It has been more than seven decades since Robert “Bob” Hughey has served his country in World War II, but not a day goes by where he doesnt think about it.
“There is absolutely nothing like being an American,” recalled Hughey, as tears began to form in his eyes.
Recently, it was another experience that was conjuring up raw emotions for Hughey. He, along with fellow Elim Park resident Nora Adams, were two of the veterans to join the newly-formed Connecticut chapter of Honor Flights on a special trip to Washington, D.C. earlier this month.
Hughey served in the Coast Guard as a machinist mate on the U.S.S. Cepheus, an assault transport ship, and was there for the invasions of Southern France (Aug. 15, 1943) and Okinawa (April 1 through 18, 1944). Adams was a member of the Women Accepted for Volunteer Emergency Service (WAVES) — the female branch of the United States Naval Reserve — during WWII.
Both are 96 years old.
On Oct. 5, Hughey and Adams were chosen to be part of an elite group of retired WWII veterans to participate in Connecticut’s inaugural Honor Flight event. According to the group’s website, the national Honor Flight program hosts events throughout the country, offering to “provide transport of America’s veterans to Washington D.C. to visit those memorials dedicated to honor the service and sacrifices of themselves and their friends.”
The state chapter of the Honor Flight was started this year by Matt Sparks and his son.
“Six months ago my son and I decided to try and bring Honor Flight to Connecticut,” explained Sparks. “The flight itself is all about honoring our veterans and what we’re doing is such a small thing when you compare it to what they did for us all those years ago.”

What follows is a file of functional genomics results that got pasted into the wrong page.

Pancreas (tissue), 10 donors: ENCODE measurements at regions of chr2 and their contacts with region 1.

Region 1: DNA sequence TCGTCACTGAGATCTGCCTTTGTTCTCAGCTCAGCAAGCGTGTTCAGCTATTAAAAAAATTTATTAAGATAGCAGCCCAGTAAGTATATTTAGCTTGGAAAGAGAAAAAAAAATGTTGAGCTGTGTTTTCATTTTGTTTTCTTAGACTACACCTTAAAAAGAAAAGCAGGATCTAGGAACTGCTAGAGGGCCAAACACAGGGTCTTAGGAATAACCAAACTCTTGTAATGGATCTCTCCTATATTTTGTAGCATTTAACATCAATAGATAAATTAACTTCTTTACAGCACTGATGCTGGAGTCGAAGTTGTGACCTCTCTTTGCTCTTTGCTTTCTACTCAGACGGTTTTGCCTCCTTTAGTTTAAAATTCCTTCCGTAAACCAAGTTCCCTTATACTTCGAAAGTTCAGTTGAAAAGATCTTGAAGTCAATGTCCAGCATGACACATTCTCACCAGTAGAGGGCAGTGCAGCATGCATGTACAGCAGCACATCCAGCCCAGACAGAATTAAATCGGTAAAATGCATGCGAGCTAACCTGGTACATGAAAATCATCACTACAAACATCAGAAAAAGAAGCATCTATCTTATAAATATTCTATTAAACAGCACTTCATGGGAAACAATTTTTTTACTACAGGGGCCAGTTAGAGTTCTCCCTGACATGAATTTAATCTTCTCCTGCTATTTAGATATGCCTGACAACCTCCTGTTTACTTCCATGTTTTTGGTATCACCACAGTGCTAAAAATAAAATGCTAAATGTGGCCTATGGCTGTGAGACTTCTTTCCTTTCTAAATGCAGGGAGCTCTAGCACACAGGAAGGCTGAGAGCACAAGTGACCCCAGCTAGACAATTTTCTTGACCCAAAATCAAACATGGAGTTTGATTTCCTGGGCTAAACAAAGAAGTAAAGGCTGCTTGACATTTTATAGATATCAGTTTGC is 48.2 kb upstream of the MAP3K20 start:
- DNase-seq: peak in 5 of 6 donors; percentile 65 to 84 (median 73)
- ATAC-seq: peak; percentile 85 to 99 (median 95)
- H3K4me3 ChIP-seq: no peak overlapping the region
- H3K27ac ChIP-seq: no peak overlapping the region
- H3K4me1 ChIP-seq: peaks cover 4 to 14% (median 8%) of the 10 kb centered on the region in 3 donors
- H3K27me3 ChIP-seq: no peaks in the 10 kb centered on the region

The journey for Hughey and Adams began in the early hours of Oct. 5, at Bradley International Airport, where they and the rest of the roughly 68 veterans and their caretakers received a hero’s send-off.
“I’ve never felt so important,” stated Adams.
There to wish them well were the Hamden High School Marching Band and the Air National Guard — performed for the group — as well as WTNH meteorologist and former marine Gil Simmons.
From Bradley, the Honor Flight group flew to Baltimore/Washington International Airport, at which time the veterans received a big surprise.
“During the flight the veterans get the chance to experience ‘mail call’ once again,” explained Sparks. “’Mail call’ was the only way veterans would receive word from home about how their families were doing outside of the war. For this special version of ‘mail call,' the veterans received letters from students and family members that the Honor Flight team collected ahead of time.”
“We try to have friends or family write letters to the veterans explaining how important their service was to them,” mentioned Sparks. “The majority of these letters from students came from Cheshire’s own Dodd Middle School.”
Hughey and Adams were moved by the letters they both received.
“I was so impressed by the ages of the students (who wrote letters), who want to thank their veterans,” said Hughey. “I plan on writing back to the students who wrote to me.”
Adams, a former teacher, was taken aback by the quality of the letters, and said she could tell that the students took a lot of time to make them.
After the Honor Flight group landed in Baltimore, where they welcomed by a large contingent, the group boarded a tour bus and made their way, courtesy of a private police escort, to the memorials and monuments in D.C.
“This was my first time traveling with men,” laughed Adams. “They kept us on time for everything and we got to see all the monuments.”
Adams was one of only two women on the trip, and she says she will remember for the rest of her life.
“I was so overwhelmed,” remembered Adams. “They were cheering for all of the veterans and made us look so official.”
“Once the veterans land in Baltimore, they have a pretty full day,” said Sparks. “They go see the WWII memorial, Korean War memorial, the Tomb of The Unknown Soldier, Iwo Jima memorial, the Pentagon, and the Seabees memorial, and they also get a police escort throughout the entire city, which is essentially the same as what the President gets when he’s in town.”
After a busy day sight-seeing in Washington D.C., the veterans were loaded onto a plane to fly back to Bradley International.
”The entire trip was organized so well,” said Adams smiling. “I couldn’t believe all this was done for us.”
The Honor Flight organization has hubs in 45 states and is currently focusing its efforts on recruiting any and all veterans from WWII, Korea, or earlier wars. If you would like to learn more about Connecticut’s Honor Flight you can go to https://honorflightct.org/home